Even before the advent of the printing press and its ability to mass produce information, the Egyptians and Chinese had invented paper, or papyrus, as a mechanism for storing information. Over the many centuries since those respective inventions, we have continued to confuse content with content's various delivery platforms. A book is not content but simply a wrapper around the content, which streamlines it for delivery and use. Much like the physical location of Northwestern masking the essence of who we are as a community, books as a proxy for content runs the same risk of confusion.
With the pervasive use of technology on campus, there are now many more "screens" through which content can be filtered, from desktop to notebooks to mobile computing devices. These screens are, in a sense, virtual printing presses through which content can be repackaged, manipulated and transformed. Once printed on a page in a book or a periodical, the content is "fixed." By fully appreciating the transformative aspects of the Internet and the Web, we can liberate content and empower a whole new level of learning and conversation.
A Little More Background on Content versus Delivery Platform During the most recent session of the Texas legislature, an interesting debate broke out regarding budget dollars for textbooks being expanded to allow the use of these funds for electronic delivery of the same content.
As I commented at the time on my blog, theendoflinearity.com, "Books for kids… That one is always guaranteed to create a deep and emotional response. I’m just old enough to not be a GenXer but just young enough to not be a baby boomer. Regretfully, this still means that I am old… and old enough to love a good book. There is something about the well-bound tome that is truly enjoyable. The fact that you can pick it up, sit in a comfy chair near a warm fire or out under a tree makes the book more than just words but an experience. However, having grown up in a world of rapidly evolving technology, I also realize that there are times when curling up with that book just doesn’t work for the information I need. You just can’t curl up with a Google search or tuck yourself away for hours unpacking a quick look at a Wikipedia entry. Of course, in both of these cases, I’m still reading, an art I learned from books, because that is all we had when I was in school… but not an art that only requires books in today’s age of the Internet."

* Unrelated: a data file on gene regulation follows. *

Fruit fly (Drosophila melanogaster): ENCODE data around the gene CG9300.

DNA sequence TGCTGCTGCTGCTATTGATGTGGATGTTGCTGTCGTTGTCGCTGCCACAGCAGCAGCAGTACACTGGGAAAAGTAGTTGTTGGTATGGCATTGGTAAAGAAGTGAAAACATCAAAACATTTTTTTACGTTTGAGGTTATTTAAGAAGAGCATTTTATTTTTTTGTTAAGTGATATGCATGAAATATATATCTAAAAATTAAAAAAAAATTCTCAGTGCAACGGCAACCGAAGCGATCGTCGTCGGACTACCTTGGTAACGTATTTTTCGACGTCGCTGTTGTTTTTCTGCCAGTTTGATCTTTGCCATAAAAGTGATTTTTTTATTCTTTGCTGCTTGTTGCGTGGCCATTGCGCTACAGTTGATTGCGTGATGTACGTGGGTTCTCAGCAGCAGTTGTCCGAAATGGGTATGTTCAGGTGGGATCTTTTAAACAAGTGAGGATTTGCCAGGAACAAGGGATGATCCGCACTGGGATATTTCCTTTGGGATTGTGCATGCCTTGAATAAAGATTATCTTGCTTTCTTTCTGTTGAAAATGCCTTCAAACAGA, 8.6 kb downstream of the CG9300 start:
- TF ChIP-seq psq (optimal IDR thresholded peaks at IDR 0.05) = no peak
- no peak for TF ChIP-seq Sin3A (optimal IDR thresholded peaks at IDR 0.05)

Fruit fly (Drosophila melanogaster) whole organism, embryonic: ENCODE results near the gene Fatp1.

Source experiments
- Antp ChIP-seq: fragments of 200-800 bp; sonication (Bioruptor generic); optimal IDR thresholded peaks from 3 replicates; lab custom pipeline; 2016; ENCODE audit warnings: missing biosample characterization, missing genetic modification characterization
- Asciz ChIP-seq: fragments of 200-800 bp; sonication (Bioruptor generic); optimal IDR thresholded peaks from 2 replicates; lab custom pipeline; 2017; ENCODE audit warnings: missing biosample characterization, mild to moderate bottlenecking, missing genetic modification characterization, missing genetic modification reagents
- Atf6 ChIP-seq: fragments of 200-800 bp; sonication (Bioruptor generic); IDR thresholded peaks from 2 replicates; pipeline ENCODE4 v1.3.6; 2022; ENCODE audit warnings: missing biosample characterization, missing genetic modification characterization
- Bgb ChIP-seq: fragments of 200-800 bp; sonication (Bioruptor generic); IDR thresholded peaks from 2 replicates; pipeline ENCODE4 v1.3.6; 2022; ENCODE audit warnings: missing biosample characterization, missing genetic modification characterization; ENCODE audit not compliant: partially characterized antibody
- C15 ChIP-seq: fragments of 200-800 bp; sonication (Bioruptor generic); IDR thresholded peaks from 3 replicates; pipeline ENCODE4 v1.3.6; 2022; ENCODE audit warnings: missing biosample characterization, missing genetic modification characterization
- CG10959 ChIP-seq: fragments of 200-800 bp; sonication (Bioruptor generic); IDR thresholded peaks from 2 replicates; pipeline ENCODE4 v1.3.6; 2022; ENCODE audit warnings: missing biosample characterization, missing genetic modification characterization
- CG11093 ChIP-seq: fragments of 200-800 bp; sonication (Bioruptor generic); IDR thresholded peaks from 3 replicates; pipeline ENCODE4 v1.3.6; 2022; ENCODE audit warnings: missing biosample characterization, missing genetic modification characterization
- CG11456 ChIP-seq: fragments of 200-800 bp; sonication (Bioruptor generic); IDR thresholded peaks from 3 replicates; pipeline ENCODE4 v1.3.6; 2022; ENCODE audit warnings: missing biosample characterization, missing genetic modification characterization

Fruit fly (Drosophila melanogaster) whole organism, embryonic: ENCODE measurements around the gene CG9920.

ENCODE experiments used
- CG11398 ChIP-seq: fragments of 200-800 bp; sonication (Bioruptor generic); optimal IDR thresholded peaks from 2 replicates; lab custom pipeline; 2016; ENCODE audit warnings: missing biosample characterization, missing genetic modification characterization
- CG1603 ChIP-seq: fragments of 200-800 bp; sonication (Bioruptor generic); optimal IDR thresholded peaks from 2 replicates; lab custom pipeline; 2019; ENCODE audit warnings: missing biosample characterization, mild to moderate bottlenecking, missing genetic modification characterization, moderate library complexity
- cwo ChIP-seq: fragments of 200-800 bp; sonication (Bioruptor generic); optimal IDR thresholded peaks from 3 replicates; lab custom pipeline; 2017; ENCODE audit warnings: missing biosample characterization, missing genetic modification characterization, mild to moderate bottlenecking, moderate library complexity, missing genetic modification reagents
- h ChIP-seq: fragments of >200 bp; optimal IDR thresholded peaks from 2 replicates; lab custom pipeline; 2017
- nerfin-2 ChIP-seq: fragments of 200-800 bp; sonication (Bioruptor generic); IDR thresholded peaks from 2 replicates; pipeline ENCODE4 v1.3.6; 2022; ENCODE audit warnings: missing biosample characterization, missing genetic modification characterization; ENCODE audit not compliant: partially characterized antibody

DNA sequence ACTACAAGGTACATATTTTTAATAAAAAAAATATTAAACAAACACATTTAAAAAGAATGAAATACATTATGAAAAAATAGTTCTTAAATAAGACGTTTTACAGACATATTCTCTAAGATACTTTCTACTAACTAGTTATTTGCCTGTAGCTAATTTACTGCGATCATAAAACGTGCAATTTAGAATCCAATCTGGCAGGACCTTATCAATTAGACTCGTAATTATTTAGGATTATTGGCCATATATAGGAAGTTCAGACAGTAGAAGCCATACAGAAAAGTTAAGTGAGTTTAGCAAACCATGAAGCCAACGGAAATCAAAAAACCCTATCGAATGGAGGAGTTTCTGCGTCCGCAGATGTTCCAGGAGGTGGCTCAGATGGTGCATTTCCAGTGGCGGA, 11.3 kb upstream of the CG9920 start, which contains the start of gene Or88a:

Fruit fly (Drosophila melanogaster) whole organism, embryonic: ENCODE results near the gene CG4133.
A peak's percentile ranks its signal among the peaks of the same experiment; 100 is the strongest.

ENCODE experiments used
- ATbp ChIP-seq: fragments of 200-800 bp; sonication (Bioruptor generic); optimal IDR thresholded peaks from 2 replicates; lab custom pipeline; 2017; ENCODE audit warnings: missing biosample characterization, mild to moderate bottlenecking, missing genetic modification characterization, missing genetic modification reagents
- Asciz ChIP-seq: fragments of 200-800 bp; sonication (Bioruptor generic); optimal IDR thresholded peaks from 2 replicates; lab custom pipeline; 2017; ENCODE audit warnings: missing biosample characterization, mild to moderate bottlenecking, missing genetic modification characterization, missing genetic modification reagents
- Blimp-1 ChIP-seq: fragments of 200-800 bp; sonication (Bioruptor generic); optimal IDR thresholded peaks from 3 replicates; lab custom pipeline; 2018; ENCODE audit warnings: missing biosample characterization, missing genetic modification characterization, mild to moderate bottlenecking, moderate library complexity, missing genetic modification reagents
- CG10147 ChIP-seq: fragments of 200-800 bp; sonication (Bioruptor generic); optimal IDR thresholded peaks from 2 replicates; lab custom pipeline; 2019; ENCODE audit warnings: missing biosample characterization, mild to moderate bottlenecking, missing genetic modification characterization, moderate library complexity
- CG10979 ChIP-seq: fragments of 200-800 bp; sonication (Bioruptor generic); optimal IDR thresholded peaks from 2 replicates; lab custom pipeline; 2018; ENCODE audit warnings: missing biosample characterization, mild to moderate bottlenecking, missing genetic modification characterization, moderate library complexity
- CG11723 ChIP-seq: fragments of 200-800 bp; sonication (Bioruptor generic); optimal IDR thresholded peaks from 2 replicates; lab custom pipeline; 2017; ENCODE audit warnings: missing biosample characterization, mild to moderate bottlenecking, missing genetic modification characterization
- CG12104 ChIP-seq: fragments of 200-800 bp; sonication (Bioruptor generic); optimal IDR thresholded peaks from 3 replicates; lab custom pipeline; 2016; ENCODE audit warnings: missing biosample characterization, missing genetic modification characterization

"As with any argument, the motivations of the participants in the debate at the legislature and the use of certain words as proxies highlight the real contours of the conversation and the expected outcomes by various parties. The most interesting comment was the one that remarked, 'books are required to learn how to read.' This dire prognostication actually misses the point of reading. As I’ve discovered with my three children (11, 9 and 6), 'words' are necessary to learn how to read, not books. Of course, for the past couple of millenia, words have been printed on papyrus, an invention dating back to Egypt and China. But, does it really matter, if the words are printed in books? Could those words be displayed in other ways and still achieve the goals of learning how to read?"
Moving from Content to Context
As more Universities explore changes in teaching and learning as a result of evolving technologies, the distinction between context and content becomes ever more relevant. The integration between Blackboard and Google Apps, for example, although not an end in itself, is one way to think about new pathways for content and context. However, simply substituting electronic tools for their physical world counterparts limits an institutions' possibilities. As noted by Jeff Mao, Learning Technology Policy Director in the State of Maine, "there is no functional change by simply using a tool as a substitute." He continues by outlining a series of steps beyond substitution: augmentation, modification and redefinition. Although modification "allows for significant task redesign," redefinition "allows for the creation of new tasks, previously inconceivable." The fact that Blackboard is conceived as a "document sharing" platform traps the flow of content into previously designed silos of course and coursework. It augments, but it does not redefine.